Guilt, prayer, love and worship

Continuing our What Makes Us Human series, the Right Reverend James Jones, Anglican Bishop of Liverpool, explores our moral and spiritual instincts, our need to love and our spontaneous expressions of reverence.

What makes us human? Well, we’re different from other animals in the way we handle fire, write, draw, laugh, make faces and wear jewellery. But there’s another experience that marks us out – guilt. That might jar with some. But if a convicted rapist showed no remorse we’d think him less than human. Guilt proves we are responsible for our actions. Some people feel guilt unnecessarily and for that they need therapy. But when we’ve done wrong it’s good that we feel bad about it. Like the rest of the animal world we are driven by instincts. But being human involves other impulses that override those animal passions. There is a moral instinct in human beings.

Some of the first words a child says are: “That’s not fair!” Sharing sweets or playing a game, kids have an innate sense of fairness. Is that taught, caught, or part of our human make-up? When we say something is unjust we are behaving as if there is some law over us all that ought to be obeyed. The longing for justice is marbled into the human heart.

The survival instinct, so evident in the animal kingdom, is there in humanity, too, but with a twist. Human beings struggle not only to survive but to be free. The story of the human family told in the Bible is a saga that begins with enslavement and ends in liberation.

There is also a spiritual instinct. There are very few people who haven’t at some stage in their life prayed. Usually it’s when the bottom falls out of our world that we cry out to God. That said, I once met a man who was seeking God because, as he told me, “I’m getting married soon to a beautiful woman and think life’s wonderful and I just want to know if there’s anyone I’ve got to thank for all this!”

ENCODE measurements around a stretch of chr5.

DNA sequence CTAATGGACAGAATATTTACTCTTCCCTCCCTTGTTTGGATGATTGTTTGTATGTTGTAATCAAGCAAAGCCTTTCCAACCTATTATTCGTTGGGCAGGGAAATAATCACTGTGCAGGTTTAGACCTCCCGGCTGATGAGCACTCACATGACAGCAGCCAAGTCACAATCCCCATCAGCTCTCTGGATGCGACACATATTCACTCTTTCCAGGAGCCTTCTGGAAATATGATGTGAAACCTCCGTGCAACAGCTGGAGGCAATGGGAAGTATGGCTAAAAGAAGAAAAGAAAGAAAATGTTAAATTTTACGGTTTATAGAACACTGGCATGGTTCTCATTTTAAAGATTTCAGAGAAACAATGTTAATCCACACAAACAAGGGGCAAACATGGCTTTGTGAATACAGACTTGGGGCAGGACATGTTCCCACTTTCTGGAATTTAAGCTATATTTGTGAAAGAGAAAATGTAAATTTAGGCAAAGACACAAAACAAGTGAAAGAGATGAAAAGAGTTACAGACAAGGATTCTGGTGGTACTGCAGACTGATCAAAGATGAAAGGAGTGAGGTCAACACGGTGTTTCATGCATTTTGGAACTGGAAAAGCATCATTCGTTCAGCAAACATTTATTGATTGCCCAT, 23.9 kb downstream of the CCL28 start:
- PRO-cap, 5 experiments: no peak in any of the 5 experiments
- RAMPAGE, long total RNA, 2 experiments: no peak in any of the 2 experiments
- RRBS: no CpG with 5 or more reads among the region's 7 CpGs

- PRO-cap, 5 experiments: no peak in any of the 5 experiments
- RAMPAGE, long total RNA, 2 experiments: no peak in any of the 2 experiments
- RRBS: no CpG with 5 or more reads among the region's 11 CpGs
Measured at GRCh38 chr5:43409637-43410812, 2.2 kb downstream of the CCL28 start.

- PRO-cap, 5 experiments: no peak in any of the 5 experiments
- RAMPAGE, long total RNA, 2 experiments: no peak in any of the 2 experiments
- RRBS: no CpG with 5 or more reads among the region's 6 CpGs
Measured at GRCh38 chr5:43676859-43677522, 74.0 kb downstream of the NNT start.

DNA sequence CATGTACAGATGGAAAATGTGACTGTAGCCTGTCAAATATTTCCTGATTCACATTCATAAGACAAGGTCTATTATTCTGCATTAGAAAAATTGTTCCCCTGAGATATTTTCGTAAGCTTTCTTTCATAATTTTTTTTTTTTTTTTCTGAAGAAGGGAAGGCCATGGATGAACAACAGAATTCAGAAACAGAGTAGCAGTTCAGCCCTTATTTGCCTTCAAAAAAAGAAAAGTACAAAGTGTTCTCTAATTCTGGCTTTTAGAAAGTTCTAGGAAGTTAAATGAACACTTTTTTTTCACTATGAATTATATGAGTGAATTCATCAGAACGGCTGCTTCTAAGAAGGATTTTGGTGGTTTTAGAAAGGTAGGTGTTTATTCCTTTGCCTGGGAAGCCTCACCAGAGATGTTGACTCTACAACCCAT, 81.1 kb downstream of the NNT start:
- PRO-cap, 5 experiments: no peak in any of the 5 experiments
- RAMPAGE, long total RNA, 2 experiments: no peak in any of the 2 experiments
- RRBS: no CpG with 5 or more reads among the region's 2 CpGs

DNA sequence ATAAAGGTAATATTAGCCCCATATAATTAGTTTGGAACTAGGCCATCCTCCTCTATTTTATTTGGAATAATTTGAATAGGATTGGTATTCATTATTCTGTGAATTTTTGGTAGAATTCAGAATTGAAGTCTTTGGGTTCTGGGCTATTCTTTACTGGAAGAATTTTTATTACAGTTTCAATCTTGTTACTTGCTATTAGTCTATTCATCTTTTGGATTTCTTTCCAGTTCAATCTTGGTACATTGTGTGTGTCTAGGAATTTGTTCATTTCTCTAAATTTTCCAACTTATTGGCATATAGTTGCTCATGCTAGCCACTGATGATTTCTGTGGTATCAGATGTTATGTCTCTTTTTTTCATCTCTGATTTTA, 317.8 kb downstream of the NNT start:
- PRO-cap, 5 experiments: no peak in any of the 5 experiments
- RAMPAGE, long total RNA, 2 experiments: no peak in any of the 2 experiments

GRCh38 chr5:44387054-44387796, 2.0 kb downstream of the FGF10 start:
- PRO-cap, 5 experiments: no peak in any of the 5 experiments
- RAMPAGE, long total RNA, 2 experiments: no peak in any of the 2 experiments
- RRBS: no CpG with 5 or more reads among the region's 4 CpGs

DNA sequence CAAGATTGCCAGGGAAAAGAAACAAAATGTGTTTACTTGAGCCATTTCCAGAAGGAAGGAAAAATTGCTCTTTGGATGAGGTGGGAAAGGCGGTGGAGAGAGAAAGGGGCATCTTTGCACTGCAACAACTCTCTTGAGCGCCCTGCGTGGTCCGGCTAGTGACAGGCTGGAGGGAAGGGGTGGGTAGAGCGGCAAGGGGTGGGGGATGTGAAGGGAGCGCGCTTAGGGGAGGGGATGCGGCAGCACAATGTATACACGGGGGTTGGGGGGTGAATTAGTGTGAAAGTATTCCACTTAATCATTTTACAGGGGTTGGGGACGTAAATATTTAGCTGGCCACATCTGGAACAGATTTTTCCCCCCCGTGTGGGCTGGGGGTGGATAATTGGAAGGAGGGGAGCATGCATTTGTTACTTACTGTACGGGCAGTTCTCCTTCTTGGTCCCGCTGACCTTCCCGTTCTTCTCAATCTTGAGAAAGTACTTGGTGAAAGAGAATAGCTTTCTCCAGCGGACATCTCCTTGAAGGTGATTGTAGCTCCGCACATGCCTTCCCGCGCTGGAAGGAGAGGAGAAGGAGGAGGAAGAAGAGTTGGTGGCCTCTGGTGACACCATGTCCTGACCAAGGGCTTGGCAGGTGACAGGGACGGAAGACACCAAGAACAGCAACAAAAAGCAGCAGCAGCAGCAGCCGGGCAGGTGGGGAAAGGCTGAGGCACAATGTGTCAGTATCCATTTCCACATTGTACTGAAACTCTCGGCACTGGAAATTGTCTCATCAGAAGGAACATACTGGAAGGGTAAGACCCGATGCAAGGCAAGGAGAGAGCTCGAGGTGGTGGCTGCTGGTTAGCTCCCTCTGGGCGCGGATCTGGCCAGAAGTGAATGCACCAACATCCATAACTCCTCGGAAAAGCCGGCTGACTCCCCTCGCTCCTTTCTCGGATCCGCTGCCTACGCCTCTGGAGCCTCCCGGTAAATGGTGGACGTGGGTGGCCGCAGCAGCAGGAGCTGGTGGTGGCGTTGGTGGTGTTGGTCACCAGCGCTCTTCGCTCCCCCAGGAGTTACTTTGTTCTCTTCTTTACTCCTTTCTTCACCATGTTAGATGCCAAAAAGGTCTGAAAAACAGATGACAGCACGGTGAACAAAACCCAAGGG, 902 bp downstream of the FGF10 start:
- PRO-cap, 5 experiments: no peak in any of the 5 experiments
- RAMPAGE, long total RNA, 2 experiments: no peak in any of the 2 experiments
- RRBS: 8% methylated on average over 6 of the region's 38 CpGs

This spiritual side to being human has us wondering about our place in the universe. Sometimes you can hear a piece of music and you become aware of another dimension to life. These mystical moments take you by surprise. Maybe, on a walk or looking up into the night sky, you want to reach out and be at one with the rest of creation.

This spiritual intuition connects with that other basic instinct to find love. What we value most about our humanity is our ability to love and be loved. The Beatles rocked the world with “All You Need Is Love”. The fact there’s such a deficit of love doesn’t dull our impulse to go on looking for it.

And the search for love is coupled with the search for truth. John Lennon wrote a song about it – “Just Gimme Some Truth”. He was pretty cynical.

I’m sick and tired of hearing things
From uptight, short-sighted, narrow-minded hypocritics
All I want is the truth
Just gimme some truth . . .

I’ve had enough of watching scenes
Of schizophrenic, egocentric, paranoiac, prima donnas
All I want is the truth now
Just gimme some truth.

Lennon, like other songwriters, poets and philosophers down the ages, called out for some answers to the ancient quest for the truth about being human.

If God was listening (and I think He was) He gave His own unique answer to the question about what makes us human. Instead of giving us a set of statements He gave us a true human being, a perfect person, Jesus. He was passionate about justice, stood by the sick and up for the poor. He was so fuelled with love that when His enemies drove nails through His hands He found the power to forgive. He knew it was the only way to break the vicious cycle of hatred that has torn the world apart since Cain murdered Abel.

When our children were small, I would sometimes idle away the time by taking a coin and placing it under a piece of paper then shade over it with a pencil until the image of the invisible coin came through on to the page. So the image of true humanity comes through to us in the flesh and blood of Jesus of Nazareth. He was so perfectly human that His followers deemed Him divine.

Jesus urged the human family to see ourselves on a journey where God is both our origin and our destiny. Finding a purpose to our life brings fulfilment to our humanity.

There’s a story of a little boy splashing about in the mud. His mum was about to shout when he looked up innocently and asked, “Mum, what’s mud for?” “Making bricks,” she retorted. “What are bricks for?” “Houses.” “What are houses for?” “People.” “And what are people for?”

Finally, to be human is to worship. There’s something deep down that forces us to shout out when we see something truly amazing. Imagine a football Cup final or a Wimbledon final, if at the winning shot all the people in the stands stood motionless and silent. It would be weird and unnatural.

When we see something extraordinary we have to acknowledge its worth. That’s worship. It’s natural. It’s human. When we see something good or noble or beautiful we have to worship it. And that’s the human response whenever we come face to face with the Divine. We’re bound to worship. And we do it with music. It’s only human.